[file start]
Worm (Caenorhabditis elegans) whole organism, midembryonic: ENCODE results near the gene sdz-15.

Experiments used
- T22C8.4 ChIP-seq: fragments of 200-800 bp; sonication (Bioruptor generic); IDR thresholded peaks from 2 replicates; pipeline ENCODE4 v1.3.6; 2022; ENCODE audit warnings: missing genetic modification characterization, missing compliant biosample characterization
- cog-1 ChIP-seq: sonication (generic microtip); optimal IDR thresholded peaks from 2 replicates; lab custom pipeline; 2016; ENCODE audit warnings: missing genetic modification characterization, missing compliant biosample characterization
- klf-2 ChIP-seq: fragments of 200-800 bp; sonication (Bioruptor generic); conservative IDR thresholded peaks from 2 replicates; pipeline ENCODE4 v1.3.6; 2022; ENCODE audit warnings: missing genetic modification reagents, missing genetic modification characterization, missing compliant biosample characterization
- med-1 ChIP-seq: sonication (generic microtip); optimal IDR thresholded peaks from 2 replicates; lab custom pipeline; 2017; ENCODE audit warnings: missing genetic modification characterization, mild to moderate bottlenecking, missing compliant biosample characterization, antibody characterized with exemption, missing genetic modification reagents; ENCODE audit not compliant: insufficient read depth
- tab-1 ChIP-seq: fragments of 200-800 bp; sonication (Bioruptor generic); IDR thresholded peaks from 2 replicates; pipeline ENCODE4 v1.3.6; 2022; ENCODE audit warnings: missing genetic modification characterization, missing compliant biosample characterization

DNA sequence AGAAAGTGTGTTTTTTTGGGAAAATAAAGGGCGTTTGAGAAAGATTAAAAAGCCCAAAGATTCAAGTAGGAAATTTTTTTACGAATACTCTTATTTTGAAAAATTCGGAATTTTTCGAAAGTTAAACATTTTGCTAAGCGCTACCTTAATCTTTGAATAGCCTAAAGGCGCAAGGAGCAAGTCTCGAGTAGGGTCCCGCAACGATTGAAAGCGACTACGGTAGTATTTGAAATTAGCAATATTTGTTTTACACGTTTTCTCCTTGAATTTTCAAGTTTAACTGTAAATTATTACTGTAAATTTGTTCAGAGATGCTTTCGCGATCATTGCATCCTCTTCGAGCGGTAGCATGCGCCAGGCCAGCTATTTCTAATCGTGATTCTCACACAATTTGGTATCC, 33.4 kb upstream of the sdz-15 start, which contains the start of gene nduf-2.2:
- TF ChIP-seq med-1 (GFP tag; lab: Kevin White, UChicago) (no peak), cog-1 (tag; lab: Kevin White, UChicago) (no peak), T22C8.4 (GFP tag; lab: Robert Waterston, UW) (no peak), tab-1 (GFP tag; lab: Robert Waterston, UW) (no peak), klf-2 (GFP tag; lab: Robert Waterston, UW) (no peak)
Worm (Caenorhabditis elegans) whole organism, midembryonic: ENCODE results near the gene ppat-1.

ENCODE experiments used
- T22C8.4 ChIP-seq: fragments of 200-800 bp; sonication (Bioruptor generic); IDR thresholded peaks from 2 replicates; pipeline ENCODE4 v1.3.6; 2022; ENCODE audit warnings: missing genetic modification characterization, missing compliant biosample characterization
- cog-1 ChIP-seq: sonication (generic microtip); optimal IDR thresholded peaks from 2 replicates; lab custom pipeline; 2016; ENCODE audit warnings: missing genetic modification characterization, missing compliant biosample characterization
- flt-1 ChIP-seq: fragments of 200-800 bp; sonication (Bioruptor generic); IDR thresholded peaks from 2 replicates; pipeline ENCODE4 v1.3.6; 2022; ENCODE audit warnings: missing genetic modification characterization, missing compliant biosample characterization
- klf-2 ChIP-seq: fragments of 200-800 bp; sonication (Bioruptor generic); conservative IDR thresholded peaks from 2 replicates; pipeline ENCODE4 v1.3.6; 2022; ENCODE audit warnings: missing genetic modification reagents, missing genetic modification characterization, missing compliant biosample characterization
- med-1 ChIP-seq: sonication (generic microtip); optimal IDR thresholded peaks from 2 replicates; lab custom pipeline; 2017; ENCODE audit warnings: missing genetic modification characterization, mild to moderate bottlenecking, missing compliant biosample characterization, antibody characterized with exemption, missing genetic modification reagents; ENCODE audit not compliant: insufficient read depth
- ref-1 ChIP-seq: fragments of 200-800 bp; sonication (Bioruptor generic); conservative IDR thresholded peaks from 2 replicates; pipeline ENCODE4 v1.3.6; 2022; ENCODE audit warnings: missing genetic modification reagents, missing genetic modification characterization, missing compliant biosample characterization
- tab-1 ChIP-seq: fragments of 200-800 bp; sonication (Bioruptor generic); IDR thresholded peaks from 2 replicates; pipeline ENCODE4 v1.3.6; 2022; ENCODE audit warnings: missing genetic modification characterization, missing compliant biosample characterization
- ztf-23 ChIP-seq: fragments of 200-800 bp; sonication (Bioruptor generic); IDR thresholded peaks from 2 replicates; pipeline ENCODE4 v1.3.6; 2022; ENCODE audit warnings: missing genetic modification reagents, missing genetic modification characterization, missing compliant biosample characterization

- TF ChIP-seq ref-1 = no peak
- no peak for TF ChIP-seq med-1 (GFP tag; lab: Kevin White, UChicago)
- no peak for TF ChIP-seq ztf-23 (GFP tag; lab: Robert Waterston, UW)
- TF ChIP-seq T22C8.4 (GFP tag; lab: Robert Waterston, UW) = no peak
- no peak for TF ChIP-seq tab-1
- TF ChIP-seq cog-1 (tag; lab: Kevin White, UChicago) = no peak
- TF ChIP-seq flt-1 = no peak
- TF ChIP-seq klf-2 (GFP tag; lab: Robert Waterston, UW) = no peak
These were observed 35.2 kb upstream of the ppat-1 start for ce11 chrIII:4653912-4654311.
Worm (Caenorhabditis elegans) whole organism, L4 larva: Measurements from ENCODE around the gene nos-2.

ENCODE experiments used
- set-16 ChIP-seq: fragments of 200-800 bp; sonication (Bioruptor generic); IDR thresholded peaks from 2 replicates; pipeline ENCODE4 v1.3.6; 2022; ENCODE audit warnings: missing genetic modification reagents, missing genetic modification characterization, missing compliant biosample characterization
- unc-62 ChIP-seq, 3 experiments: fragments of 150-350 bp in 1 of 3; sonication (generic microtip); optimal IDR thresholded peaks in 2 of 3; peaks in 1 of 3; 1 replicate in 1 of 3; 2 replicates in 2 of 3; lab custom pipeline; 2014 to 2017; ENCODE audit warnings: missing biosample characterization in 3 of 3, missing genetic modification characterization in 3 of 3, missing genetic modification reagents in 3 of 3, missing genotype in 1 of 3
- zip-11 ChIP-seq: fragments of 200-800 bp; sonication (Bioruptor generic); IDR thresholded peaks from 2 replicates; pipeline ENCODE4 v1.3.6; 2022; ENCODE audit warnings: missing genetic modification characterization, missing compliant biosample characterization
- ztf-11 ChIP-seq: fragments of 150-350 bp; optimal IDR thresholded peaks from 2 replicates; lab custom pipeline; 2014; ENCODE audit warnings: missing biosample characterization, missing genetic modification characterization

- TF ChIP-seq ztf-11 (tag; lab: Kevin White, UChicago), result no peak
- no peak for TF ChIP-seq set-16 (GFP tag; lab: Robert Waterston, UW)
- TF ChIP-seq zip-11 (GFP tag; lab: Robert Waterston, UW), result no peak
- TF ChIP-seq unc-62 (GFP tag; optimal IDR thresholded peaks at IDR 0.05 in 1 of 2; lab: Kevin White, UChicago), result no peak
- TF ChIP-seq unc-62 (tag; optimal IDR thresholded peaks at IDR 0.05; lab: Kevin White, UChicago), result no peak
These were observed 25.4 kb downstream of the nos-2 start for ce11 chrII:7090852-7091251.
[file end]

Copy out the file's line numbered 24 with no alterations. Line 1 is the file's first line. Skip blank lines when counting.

- no peak for TF ChIP-seq tab-1